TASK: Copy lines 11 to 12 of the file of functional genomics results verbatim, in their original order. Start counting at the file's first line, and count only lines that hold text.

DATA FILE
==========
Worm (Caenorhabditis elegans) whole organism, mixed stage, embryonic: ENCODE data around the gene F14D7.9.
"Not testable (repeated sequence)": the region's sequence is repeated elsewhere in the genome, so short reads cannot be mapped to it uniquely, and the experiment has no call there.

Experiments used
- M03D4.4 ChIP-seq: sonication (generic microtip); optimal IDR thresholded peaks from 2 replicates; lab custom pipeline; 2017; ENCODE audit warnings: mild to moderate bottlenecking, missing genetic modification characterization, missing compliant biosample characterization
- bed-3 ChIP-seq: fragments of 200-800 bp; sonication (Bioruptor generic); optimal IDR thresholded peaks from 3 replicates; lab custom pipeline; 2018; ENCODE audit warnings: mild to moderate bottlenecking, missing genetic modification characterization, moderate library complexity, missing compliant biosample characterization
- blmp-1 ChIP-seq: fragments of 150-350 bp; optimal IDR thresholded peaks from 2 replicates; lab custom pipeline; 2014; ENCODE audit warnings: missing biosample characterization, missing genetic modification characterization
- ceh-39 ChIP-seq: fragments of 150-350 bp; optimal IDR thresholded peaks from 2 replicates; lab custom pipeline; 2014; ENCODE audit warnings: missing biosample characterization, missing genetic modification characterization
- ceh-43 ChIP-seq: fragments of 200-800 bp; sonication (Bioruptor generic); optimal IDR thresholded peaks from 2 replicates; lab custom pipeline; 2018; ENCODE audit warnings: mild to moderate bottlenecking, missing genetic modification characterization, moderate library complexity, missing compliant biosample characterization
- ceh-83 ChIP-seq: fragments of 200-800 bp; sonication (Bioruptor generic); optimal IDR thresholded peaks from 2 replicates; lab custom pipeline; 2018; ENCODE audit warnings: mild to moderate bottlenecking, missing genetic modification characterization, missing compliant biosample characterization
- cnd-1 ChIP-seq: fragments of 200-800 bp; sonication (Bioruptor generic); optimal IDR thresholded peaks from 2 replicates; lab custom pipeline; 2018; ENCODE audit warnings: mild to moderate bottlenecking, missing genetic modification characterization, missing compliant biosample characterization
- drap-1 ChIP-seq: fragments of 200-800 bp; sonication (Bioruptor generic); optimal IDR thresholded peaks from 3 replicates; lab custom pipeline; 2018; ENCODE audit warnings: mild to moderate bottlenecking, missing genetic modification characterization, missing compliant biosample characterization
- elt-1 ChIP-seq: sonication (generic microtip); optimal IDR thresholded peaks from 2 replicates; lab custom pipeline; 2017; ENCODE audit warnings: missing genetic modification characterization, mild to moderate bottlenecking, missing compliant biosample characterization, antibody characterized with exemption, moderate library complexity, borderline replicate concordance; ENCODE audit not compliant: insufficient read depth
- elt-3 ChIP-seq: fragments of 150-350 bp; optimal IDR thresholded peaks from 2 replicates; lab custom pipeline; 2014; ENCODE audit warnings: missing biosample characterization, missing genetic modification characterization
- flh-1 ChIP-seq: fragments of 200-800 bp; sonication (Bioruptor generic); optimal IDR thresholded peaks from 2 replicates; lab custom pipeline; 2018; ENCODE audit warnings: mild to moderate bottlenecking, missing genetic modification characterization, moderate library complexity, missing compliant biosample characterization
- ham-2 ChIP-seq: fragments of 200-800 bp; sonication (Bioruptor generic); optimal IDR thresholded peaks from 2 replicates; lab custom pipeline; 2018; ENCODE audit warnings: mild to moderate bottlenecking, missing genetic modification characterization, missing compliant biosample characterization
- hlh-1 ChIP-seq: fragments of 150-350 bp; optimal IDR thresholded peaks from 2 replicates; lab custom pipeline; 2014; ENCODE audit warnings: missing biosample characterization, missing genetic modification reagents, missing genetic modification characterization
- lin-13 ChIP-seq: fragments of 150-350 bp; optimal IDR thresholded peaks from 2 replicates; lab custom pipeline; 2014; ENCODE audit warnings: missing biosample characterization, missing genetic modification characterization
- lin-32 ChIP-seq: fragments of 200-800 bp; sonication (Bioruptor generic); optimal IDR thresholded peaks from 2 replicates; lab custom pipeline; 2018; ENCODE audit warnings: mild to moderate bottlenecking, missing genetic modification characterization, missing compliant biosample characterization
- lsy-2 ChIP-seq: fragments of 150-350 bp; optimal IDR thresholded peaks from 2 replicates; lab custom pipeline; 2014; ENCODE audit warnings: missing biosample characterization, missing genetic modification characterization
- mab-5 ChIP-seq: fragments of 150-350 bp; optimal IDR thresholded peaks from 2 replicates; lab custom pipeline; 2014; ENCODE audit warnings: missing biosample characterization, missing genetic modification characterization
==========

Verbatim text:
- drap-1 ChIP-seq: fragments of 200-800 bp; sonication (Bioruptor generic); optimal IDR thresholded peaks from 3 replicates; lab custom pipeline; 2018; ENCODE audit warnings: mild to moderate bottlenecking, missing genetic modification characterization, missing compliant biosample characterization
- elt-1 ChIP-seq: sonication (generic microtip); optimal IDR thresholded peaks from 2 replicates; lab custom pipeline; 2017; ENCODE audit warnings: missing genetic modification characterization, mild to moderate bottlenecking, missing compliant biosample characterization, antibody characterized with exemption, moderate library complexity, borderline replicate concordance; ENCODE audit not compliant: insufficient read depth